Tales Before Fright Night
The run-up to Halloween, when the days shrink and a chill creeps into the air, is the perfect time of year for reading aloud scary picture books. Among this season's best:
The Warthog's Tail, by Debby Atwell (Houghton Mifflin, $16; ages 4-8) wraps a gentle moral in a treat of a story about a freckle-faced little witch who's hurrying to get home in time for Halloween but finds her way barred by a sleeping warthog. "What should I do to get rid of this nasty tusked beast?" Tegan wonders. As befits a witch's daughter, she tries casting spells, only to find that command doesn't always produce control. "Dog, dog, bite warthog so I can get home in time for Trick or Treat," she orders. "But of course the magic did not work and the dog said no." Luckily, an old man chances by to explain the subtler magic of persuasion. A clever plot kicker explains the title and resolves worries about Mom's opinion of such heresy. It turns out she was the one with the new trick up her sleeve all along. Atwell's sprightly, funny, folk-style paintings are an apt blend of witch-green, spook-purple and pumpkiny yellows and oranges.
Leonardo the Terrible Monster, by "Your Pal" Mo Willems (Hyperion, $16.99; ages 3-6). Willems, ever his own man, eschews a Halloween palette for this pitch-perfect yarn about a small monster with an identity crisis. Instead, he chooses pastel shades understated enough for a Paris catwalk and pairs them with all-caps, Old West poster-style lettering. The resulting dissonance underlines the fact that Leonardo, the soft-bellied hero making his way through the mauve, pink, pale olive and baby-blue pages, is literally "a terrible monster" -- a muted, wishy-washy fellow who "couldn't scare anyone." He's a nerd, too. Like a one-man recruiting office, "Leonardo researched until he found the perfect candidate": unsuspecting, bespectacled Sam. Only after Leonardo succeeds in scaring the tuna salad out of Sam does he realize that monstrosity is not what he wanted, after all.
Orange You Glad It's Halloween, Amber Brown?, by Paula Danziger (Putnam, $13.99; ages 5-8). This holiday title in the late Paula Danziger's "A Is for Amber" series of easy readers touches on a different kind of scariness: parents fighting. It's Halloween day, and Amber's having fun in school. Everyone has decorated a pumpkin as a favorite storybook character (not to give anything away, but the boys' pumpkins all sport underpants or round glasses, while Amber's totes a purple plastic purse), yet in between pumpkin math and pumpkin jokes, Amber is desolate. "I think about tonight. What if my parents are in a bad mood. What if they don't do the things we always do on Halloween? All of a sudden, I feel sad. What if my parents get a divorce?" As fans of the original Amber books for older readers know, that's exactly what happens. But for now, it's still second grade, Mom and Dad have the grace to make up in time for trick or treating, and Amber's trademark pun-happy good humor is restored.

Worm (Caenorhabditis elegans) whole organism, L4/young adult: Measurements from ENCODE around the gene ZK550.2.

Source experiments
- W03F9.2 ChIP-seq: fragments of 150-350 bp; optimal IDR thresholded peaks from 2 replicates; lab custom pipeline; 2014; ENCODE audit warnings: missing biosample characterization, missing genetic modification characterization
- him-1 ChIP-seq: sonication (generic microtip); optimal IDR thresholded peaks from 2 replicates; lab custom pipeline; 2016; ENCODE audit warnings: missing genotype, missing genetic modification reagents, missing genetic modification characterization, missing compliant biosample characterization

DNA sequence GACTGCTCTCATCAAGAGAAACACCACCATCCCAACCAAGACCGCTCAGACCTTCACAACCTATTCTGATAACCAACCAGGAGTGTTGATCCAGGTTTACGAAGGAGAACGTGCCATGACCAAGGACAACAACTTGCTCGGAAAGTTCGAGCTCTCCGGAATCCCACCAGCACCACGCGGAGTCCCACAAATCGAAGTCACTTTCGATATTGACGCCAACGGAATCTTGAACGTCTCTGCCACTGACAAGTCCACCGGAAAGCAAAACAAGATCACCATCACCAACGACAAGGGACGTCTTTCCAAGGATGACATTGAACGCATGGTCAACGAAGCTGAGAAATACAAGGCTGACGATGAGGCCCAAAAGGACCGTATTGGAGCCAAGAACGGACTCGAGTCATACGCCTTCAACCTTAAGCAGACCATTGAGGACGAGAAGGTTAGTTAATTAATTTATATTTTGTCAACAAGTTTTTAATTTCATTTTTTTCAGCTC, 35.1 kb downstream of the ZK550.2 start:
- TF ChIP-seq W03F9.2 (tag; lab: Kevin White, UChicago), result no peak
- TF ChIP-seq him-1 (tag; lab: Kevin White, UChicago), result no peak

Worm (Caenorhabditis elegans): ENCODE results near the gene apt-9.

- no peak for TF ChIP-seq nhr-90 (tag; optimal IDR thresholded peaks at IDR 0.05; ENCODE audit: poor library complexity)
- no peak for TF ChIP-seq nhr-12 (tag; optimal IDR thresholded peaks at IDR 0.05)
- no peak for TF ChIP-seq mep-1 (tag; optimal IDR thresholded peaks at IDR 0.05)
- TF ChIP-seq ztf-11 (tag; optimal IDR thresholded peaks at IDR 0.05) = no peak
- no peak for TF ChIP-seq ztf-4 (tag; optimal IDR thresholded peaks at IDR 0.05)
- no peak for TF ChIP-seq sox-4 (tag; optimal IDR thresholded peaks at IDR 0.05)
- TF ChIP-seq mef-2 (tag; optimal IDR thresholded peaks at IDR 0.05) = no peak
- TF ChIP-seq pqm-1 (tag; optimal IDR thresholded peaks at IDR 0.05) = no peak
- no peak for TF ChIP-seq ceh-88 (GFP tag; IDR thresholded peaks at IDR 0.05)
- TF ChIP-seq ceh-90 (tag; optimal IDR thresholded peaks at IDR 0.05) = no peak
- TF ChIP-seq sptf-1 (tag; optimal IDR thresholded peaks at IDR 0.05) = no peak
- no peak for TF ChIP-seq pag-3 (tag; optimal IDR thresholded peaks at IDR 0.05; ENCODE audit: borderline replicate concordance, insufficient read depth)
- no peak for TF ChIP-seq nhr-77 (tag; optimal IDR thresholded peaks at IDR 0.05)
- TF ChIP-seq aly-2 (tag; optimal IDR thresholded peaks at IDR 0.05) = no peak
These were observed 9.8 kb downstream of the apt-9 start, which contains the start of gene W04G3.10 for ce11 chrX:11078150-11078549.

The Ugly Pumpkin, by Dave Horowitz (Putnam, $15.99; age 4-8). This rhyming, vegetable version of Hans Christian Andersen's "The Ugly Duckling" is as much a Thanksgiving as a Halloween fable. The hero is a very ugly pumpkin indeed -- knock-kneed (be quiet, this is a fairy tale), swollen at both ends and skinny in the middle. All through October, he is passed over by pumpkin-gatherers, including a skeleton. Even the hideously gnarled apple trees pelt him with rotten fruit. "And then it started raining, so I began to cry." It's not until he takes shelter in a garden full of squash that he figures out who he is and what under-appreciated holiday he's really waiting for. Rejection and loneliness are frightening, as children know as well as anyone, but this book's festive ending and wryly comic art outweigh the darkness of the theme.
Last, a book for middle readers that would also make a good multi-night Halloween read-aloud for younger siblings. Bats are the focus in Pippa's First Summer, by Catherine Badgley (Mitten, $14.95; ages 8-12), the kind of old-fashioned narrative that makes fictional heroes of animals as a way of teaching natural history. Badgley, a research scientist, tracks a female bat from the summer day she is born "as lightning struck the barn and rattled the old beams" to the night months later when "snowflakes swirled over the forest [and] Pippa hung between her mother and her friend, deep in sleep." In between, Pippa loses her twin brother, who flies into a house and is killed by a human babysitter too fearful of rabies to just shoo him out. By this point, kids will have learned so much about Pippa's life that the episode will come as a shock. Remarkable black-and-white drawings by Bonnie Miljour, a scientific illustrator, greatly enhance the somewhat solemn prose.
-- Elizabeth Ward